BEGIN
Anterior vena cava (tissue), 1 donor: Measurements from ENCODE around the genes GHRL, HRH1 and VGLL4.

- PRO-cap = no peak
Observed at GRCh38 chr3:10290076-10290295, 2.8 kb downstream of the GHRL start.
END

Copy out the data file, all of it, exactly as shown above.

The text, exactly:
Anterior vena cava (tissue), 1 donor: Measurements from ENCODE around the genes GHRL, HRH1 and VGLL4.

- PRO-cap = no peak
Observed at GRCh38 chr3:10290076-10290295, 2.8 kb downstream of the GHRL start.